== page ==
Skip to product information
1 of 1

Egyptian Koshari

Egyptian Koshari

This is a typical Egyptian dish that is very good! Pure

Ready in: 60 minutes

Serves: 4

Complexity: very-easy

kcal: 469

Your Page Title View full details

Ingredients

¾ cup brown lentils
1 tsp SIDS CRAZY SALT
4 cups water
¾ cup uncooked long grain rice
1 cup elbow macaroni
2 tbsp rice bran oil
2 large onions, chopped
4 cloves garlic, minced
500 g diced tomatoes
¼ tsp red pepper flakes, to taste
SIDS SALT & PEPPER to taste

Directions

Combine the lentils and water in a large saucepan. Bring to a boil, then simmer over medium heat for 25 minutes. Add the rice to the lentils and continue to simmer for an additional 20 minutes, until rice is tender.
Fill a separate saucepan with lightly salted water and bring to a boil. Add the macaroni and cook until tender, about 8 minutes. Drain.
Meanwhile, heat the oil in a large skillet over medium heat. Add onion and garlic then cook and stir until onion is lightly browned. Pour in the tomatoes, SIDS CRAZY SALT and season with red pepper flakes and SIDS SALT & PEPPER. Simmer over medium heat for 10-20 minutes.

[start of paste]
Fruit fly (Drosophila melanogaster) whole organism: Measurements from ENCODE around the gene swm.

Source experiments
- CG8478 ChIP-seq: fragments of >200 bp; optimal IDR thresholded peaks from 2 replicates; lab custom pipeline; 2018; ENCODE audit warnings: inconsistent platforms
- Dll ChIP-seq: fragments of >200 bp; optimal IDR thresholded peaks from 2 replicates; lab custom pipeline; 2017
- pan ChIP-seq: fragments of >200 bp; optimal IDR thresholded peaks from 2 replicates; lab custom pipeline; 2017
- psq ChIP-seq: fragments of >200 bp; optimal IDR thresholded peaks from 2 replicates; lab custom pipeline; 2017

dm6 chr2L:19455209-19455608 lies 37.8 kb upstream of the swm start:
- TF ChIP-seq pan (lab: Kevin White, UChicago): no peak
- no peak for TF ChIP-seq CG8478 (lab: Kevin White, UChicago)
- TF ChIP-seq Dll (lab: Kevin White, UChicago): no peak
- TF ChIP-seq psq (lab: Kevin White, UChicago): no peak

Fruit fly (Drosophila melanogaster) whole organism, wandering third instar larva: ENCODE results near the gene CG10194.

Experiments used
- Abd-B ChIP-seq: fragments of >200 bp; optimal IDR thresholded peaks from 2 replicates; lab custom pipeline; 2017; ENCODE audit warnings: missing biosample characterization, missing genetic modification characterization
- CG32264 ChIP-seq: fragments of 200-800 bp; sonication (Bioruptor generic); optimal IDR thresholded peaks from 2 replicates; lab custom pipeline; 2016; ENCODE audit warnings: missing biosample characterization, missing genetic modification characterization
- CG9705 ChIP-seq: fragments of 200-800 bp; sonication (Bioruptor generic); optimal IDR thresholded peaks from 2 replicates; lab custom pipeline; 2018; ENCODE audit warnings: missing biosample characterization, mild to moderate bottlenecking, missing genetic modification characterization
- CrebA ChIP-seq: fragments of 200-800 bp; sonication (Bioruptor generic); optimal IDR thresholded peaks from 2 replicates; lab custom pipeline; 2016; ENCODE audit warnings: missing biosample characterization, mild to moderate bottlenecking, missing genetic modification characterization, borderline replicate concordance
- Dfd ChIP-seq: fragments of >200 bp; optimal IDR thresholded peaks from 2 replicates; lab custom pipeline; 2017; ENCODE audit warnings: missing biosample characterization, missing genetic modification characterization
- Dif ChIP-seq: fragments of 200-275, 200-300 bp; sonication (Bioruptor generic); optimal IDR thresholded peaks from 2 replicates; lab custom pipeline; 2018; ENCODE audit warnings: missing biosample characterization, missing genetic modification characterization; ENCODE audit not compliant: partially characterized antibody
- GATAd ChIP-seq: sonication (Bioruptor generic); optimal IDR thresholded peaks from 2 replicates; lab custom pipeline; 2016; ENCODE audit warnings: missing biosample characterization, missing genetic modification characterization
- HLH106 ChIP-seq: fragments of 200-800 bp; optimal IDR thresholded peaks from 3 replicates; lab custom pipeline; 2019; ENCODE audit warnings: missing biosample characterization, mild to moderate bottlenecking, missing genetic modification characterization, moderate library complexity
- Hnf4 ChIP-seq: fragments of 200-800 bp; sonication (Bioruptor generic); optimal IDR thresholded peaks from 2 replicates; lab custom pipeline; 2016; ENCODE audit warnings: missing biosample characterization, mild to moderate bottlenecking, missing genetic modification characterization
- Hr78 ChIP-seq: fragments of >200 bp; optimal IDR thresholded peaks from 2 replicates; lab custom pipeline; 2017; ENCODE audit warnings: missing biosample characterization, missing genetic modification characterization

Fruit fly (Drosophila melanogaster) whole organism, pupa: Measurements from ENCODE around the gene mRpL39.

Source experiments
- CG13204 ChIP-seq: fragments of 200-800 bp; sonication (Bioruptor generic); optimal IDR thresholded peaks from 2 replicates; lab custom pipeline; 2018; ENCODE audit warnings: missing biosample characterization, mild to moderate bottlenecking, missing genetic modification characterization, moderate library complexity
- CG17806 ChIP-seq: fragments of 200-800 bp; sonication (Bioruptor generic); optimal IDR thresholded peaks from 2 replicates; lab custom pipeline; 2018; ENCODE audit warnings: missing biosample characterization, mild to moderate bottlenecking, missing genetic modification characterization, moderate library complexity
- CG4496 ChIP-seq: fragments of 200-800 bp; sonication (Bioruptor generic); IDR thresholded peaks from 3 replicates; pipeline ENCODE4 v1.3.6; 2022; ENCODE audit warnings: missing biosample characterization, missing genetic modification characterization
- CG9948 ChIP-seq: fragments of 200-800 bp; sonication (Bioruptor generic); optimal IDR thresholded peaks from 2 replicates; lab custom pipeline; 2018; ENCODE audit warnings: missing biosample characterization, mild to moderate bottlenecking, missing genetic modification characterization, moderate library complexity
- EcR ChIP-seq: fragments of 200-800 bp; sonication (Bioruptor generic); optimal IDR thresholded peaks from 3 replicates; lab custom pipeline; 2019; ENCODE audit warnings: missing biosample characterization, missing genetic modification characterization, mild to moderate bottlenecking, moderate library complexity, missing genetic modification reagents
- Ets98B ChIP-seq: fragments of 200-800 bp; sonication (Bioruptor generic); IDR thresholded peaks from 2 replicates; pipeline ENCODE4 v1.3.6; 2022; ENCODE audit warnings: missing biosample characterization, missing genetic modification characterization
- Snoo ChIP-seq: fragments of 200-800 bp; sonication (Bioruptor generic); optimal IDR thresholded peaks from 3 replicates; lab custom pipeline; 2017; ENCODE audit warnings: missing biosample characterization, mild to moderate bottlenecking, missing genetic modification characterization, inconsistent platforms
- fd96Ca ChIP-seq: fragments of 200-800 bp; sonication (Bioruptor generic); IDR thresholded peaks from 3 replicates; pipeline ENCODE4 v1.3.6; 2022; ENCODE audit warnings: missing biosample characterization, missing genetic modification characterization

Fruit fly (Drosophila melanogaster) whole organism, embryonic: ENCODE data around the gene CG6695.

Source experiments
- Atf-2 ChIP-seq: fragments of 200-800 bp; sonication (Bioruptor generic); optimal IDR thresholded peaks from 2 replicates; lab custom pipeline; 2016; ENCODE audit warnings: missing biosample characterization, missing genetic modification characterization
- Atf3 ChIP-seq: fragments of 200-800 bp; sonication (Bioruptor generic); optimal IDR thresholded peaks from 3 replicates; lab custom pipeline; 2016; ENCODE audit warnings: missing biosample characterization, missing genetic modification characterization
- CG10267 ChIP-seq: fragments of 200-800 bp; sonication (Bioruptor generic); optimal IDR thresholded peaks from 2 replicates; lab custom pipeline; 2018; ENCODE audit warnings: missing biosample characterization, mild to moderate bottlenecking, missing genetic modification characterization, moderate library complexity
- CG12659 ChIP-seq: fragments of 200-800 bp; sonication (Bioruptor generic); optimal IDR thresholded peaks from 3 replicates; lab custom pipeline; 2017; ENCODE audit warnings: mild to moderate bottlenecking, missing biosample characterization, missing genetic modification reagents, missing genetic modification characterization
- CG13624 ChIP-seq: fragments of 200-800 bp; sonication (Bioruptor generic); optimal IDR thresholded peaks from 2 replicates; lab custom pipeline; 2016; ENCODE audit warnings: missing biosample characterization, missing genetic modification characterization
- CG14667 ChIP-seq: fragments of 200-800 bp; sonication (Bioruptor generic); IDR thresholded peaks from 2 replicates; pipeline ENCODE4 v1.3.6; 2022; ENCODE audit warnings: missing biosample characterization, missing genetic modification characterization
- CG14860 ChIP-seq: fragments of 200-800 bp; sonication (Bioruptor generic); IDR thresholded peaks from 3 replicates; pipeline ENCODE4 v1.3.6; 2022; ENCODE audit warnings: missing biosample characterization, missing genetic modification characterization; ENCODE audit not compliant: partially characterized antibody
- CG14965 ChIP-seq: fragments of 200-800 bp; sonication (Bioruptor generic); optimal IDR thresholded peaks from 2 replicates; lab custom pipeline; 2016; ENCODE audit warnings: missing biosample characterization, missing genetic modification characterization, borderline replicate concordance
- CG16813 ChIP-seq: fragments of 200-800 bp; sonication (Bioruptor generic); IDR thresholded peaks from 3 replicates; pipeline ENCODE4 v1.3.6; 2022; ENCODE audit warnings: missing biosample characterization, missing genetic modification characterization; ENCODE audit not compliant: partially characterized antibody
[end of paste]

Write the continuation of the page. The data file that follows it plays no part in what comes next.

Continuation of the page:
In a large serving dish, stir together the lentils, rice and macaroni. Mix in the tomato sauce until evenly coated.
History: Kushari originated in the mid 19th century, during a time when Egypt was a multi-cultural country and the economy was marked by a period of significant output. The period is marked by productivity increases, sales increases, wage increases and rising demand. The lower classes' usually limited pantry became full with a myriad of ingredients: lentils, rice, macaroni, chickpeas, tomato sauce, onions, garlic, oil, vinegar, etc. At the end of the month, families would usually have the entire collection of ingredients as leftovers, so they would quickly finish their supply in one dish. Koshari is widely popular among workers and laborers. It may be prepared at home and is also served at roadside stalls and restaurants all over Egypt with some restaurants specializing in kushari to the exclusion of other dishes, while others feature it as one item among many. As it does not contain any animal products, it can be considered vegan so long as all frying uses a vegetable oil.